The landscape and settlement pattern of the south-west peninsula is diverse but the majority of the settlements can be divided into two broad categories: minor enclosures, i.e. the rounds; and major enclosures, the multiple-enclosure forts and, perhaps, the cliff castles. In addition there is a scatter of unenclosed farmsteads about which very little is known. What are noticeably absent are the large hillforts of Wessex type which, we suggest, represent the power centres of large territorial groupings. In other words this level of social organization, so evident in the centre south,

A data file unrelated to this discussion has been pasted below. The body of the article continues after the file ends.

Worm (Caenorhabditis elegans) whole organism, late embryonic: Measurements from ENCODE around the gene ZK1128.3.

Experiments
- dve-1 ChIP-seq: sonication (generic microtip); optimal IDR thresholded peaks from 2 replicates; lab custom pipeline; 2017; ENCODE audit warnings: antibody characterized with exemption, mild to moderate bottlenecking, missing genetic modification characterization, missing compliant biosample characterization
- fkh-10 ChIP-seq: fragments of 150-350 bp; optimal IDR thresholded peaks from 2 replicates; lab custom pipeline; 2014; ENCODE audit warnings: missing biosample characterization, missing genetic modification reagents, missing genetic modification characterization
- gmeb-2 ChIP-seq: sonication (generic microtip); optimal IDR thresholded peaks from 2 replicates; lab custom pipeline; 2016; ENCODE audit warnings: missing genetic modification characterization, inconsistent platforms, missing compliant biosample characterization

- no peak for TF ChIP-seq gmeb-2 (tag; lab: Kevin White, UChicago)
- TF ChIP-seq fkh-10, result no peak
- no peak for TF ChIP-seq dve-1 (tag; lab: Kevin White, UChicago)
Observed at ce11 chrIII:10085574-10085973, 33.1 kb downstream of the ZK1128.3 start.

does not appear to be present in the south-west. Instead the most appropriate model would seem to be a simple three-tier structure with the major enclosures representing the residences of the élite while the minor enclosures were the homesteads of their vassals. Below these would have come the unfree living in the unenclosed settlements. In such a system one might expect the élite to be more concerned with wealth in the form of livestock, leaving the vassals to till the land and to provide them with grain on a tithe basis in return for protection and patronage. The archaeological evidence would not contradict such a model but is hardly yet sufﬁcient to support it or to suggest an alternative.